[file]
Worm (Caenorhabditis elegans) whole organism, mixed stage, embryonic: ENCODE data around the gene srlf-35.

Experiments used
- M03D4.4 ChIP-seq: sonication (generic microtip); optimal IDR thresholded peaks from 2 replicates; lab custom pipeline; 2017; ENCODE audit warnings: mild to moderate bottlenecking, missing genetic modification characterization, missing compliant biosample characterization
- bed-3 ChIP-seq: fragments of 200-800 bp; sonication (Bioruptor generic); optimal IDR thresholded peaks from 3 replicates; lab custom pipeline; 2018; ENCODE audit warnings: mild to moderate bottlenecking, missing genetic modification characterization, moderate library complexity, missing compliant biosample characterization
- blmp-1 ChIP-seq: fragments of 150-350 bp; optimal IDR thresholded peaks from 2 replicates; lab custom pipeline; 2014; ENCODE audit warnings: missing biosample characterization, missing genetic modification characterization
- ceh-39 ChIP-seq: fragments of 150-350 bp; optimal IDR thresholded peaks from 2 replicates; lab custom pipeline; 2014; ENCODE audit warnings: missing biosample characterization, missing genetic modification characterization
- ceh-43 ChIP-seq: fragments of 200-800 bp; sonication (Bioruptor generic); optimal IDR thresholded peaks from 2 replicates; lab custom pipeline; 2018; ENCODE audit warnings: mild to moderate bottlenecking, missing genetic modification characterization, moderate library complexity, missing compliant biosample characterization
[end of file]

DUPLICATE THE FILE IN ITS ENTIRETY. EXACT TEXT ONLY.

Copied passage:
Worm (Caenorhabditis elegans) whole organism, mixed stage, embryonic: ENCODE data around the gene srlf-35.

Experiments used
- M03D4.4 ChIP-seq: sonication (generic microtip); optimal IDR thresholded peaks from 2 replicates; lab custom pipeline; 2017; ENCODE audit warnings: mild to moderate bottlenecking, missing genetic modification characterization, missing compliant biosample characterization
- bed-3 ChIP-seq: fragments of 200-800 bp; sonication (Bioruptor generic); optimal IDR thresholded peaks from 3 replicates; lab custom pipeline; 2018; ENCODE audit warnings: mild to moderate bottlenecking, missing genetic modification characterization, moderate library complexity, missing compliant biosample characterization
- blmp-1 ChIP-seq: fragments of 150-350 bp; optimal IDR thresholded peaks from 2 replicates; lab custom pipeline; 2014; ENCODE audit warnings: missing biosample characterization, missing genetic modification characterization
- ceh-39 ChIP-seq: fragments of 150-350 bp; optimal IDR thresholded peaks from 2 replicates; lab custom pipeline; 2014; ENCODE audit warnings: missing biosample characterization, missing genetic modification characterization
- ceh-43 ChIP-seq: fragments of 200-800 bp; sonication (Bioruptor generic); optimal IDR thresholded peaks from 2 replicates; lab custom pipeline; 2018; ENCODE audit warnings: mild to moderate bottlenecking, missing genetic modification characterization, moderate library complexity, missing compliant biosample characterization